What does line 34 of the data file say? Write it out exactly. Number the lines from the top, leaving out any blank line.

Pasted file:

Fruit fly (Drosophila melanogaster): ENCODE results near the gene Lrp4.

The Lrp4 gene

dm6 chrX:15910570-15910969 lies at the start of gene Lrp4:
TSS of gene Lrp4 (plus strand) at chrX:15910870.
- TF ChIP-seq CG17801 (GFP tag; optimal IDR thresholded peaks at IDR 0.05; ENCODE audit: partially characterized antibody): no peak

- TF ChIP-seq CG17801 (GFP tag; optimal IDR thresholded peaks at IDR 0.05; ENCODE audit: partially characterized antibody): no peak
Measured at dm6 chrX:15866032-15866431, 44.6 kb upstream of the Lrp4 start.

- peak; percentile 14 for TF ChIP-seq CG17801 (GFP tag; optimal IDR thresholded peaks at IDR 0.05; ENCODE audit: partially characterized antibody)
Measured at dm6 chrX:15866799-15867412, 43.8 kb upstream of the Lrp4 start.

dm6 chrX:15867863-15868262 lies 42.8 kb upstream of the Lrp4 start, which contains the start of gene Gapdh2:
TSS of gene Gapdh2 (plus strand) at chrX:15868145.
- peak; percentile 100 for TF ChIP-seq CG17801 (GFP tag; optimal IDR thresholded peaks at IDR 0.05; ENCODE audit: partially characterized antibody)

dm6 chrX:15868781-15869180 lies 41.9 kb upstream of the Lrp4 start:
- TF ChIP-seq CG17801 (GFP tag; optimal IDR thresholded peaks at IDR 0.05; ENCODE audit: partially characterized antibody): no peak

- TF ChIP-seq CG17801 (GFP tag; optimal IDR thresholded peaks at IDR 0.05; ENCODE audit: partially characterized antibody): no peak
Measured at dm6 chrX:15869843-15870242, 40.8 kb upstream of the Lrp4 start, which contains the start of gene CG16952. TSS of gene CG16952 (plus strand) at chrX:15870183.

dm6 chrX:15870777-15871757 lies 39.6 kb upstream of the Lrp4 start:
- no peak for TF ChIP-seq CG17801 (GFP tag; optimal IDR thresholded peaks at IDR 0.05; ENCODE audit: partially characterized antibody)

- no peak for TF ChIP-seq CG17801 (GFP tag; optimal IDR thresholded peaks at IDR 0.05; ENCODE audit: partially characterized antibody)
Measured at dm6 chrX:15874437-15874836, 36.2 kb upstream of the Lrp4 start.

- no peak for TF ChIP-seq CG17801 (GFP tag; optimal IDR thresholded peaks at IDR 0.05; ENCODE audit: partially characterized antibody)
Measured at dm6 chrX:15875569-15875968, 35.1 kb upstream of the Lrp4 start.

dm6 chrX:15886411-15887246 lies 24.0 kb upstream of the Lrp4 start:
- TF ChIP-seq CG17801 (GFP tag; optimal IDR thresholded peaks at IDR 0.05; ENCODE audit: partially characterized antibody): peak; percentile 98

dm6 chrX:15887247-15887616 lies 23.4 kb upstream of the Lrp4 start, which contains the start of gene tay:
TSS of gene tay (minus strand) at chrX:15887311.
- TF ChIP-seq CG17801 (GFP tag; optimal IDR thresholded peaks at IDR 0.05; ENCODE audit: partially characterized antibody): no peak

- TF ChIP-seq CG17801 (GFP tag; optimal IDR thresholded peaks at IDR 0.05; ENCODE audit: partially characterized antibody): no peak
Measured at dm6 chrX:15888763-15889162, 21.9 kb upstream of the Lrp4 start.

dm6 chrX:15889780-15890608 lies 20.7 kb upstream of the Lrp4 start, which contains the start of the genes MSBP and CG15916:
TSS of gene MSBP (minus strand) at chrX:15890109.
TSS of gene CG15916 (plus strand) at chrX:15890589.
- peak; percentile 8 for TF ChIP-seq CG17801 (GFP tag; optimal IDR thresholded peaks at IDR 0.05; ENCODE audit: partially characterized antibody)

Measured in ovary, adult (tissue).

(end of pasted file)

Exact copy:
Measured in ovary, adult (tissue).